The past couple of decades have seen a revolution in healthcare. There is public outcry for a new and more comprehensive approach that both views the patient as a whole being and full participant in their treatment, in addition to harnessing the best medical advances that research has demonstrated. Functional medicine is one model that has been developed to address this demand.
As stated by The Institute for Functional Medicine, this model is an “individualized, patient-centered, science-based approach that empowers patients and practitioners to work together to address the underlying causes of disease and promote optimal wellness.” Functional medicine searches for the underlying physiologic and biochemical dysfunctions to determine the causes of an individual’s illness. It embraces the concept of “whole-ism” and recognizes that it is critical to evaluate each person as a whole—physically, emotionally, mentally and spiritually instead of categorizing people into a fragmented collection of separate systems (e.g., respiratory, cardiac, digestive, etc) which operate independently from each other and that exist separately from our emotional, mental and spiritual aspects.
Functional medicine acknowledges that most chronic medical conditions are preceded by a long period of declining function in one or more of the body’s systems. These dysfunctions have to be understood in the context of each affected individual in order to intervene appropriately to return the individual to health. Attention is first directed towards understanding and correcting core imbalances, fundamental physiologic processes, environmental influences and genetic predisposition that has led to illness, as opposed to the traditional Western medicine approach of making a diagnosis and then initiating similar treatment to everyone without regard to the person’s unique individuality. It is more time consuming and intentional than traditional medicine and requires a more nuanced approach. While reliant on current scientific research, a strong knowledge of biochemistry and physiologic processes, the practice of Functional Medicine also depends on experience, intuition, mentoring, patience and compassion.
At NEFM we believe in this approach having seen the positive impact /results it has had on patient’s health and well being.
Here is are some examples of our approach:
1. Irritable Bowel Syndrome: a condition affecting 25 to 45 million Americans. Traditionally, patients are screened for autoimmune disease (ulcerative colitis, Crohn’s disease), cancer and sometimes celiac disease and small bowel bacterial overgrowth (SIBO). If all the tests come back negative, they are given anti-diarrheal or constipation medication, fiber supplements, pain medications, generic diet recommendations and a referral for stress reduction. A functional medicine practitioner will step back and consider the digestive functions from biochemical, physiologic and psychologic perspectives looking for dysfunction. This will entail a careful dietary history looking for food sensitivities, patterns of eating that might affect the digestive tract, specific symptoms and their timing. The patient’s story also will be examined for a history of antibiotic or other medication use, travel, food poisoning and gastrointestinal infections.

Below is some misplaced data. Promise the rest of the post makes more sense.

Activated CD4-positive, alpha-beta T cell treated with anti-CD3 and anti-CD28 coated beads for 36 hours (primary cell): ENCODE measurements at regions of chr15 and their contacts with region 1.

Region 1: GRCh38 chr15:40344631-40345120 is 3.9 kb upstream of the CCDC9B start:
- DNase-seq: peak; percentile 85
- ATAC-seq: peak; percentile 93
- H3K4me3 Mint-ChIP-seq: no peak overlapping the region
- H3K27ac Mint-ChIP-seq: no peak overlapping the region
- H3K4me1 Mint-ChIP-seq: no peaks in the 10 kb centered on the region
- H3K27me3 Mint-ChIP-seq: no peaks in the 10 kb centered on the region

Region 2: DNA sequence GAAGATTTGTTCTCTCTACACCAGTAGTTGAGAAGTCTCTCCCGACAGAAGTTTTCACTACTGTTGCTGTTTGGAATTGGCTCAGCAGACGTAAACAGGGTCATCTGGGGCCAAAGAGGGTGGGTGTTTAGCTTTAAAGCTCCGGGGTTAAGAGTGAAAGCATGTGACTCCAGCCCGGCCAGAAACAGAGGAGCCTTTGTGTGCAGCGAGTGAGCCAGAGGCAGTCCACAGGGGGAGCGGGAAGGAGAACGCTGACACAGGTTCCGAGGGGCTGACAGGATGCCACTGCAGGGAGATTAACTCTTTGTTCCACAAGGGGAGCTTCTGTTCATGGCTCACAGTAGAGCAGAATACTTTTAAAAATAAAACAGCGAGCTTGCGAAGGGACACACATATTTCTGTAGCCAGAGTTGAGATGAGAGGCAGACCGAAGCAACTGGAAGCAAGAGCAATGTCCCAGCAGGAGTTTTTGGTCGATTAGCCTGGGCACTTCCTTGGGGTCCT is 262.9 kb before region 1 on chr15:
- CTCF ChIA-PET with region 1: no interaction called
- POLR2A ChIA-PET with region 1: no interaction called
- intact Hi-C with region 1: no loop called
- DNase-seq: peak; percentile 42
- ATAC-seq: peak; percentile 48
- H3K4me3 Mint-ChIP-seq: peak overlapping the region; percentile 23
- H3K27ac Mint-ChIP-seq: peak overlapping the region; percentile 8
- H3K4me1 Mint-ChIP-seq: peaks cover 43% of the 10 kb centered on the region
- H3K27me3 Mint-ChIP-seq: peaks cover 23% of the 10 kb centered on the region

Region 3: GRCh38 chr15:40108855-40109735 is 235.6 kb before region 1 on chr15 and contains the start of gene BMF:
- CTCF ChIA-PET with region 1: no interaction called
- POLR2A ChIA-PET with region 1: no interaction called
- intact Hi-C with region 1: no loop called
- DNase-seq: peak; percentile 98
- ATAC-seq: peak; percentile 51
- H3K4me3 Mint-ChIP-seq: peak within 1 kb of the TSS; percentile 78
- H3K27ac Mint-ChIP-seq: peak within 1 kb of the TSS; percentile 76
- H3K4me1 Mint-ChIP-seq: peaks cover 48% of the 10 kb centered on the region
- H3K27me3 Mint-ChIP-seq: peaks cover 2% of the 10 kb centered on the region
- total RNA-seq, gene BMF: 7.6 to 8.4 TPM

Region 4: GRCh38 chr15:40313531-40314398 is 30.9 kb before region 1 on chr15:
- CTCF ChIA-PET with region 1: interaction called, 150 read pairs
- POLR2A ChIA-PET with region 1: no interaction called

Specialized testing could include blood testing for food allergies and food sensitivities, celiac disease, adequacy of pancreatic digestive enzymes and stomach acid, adequacy of intestinal absorption, evaluation for increased intestinal permeability (leaky gut), hydrogen breath testing for SIBO, DNA stool analysis and stool culture to evaluate the microbiome (the 4-5 pounds of microbes inhabiting our digestive tract) looking for adequate beneficial bacteria as well as pathogenic bacteria, parasites, yeast/fungi and viruses, as well as measuring the gut’s immune function and amount of inflammation. At a lengthy follow-up visit lasting 30-45 minutes the tests will be reviewed, evaluated and together, the practitioner and patient will form a treatment plan.
2. Fatigue: Research from the U.S. Centers for Disease Control and Prevention found that 15 percent of women and 10 percent of men said they were "very tired or exhausted" most days or every day of the week; this represents more than 30 million Americans. In a 10-15 minute standard medical appointment, providers will gather a brief history and order some basic labs (CBC, chemistry profile, thyroid stimulating hormone), and make sure that cancer screening is up to date. If the labs come back normal (most common outcome), patients will receive counseling on sleep (perhaps given sleep medication), get a recommendation for stress reduction and possibly a referral for psychological therapy (perhaps given anti-depressants).
On the other hand, a functional medicine practitioner will spend 30-45 minutes carefully listening to a patient’s story, searching for clues as to underlying dysfunction. The resulting investigation could lead in many directions by asking these questions: Is there a nutritional deficiency or excess? Is there a hormonal imbalance of thyroid, adrenal or gonadal function? Is the patient’s sleep restorative, and if not, why not? Has the person been under stress, if so, what is it and how can it be addressed? Are they converting their food to energy—which entails an adequate diet, good digestion and absorption, and finally, adequate mitochondrial function? Are there toxins, such as mold, chemicals or heavy metals present? Is there evidence of infection? Specialized testing will be ordered to answer these questions, then the practitioner and patient will review the results and together they will form a treatment plan.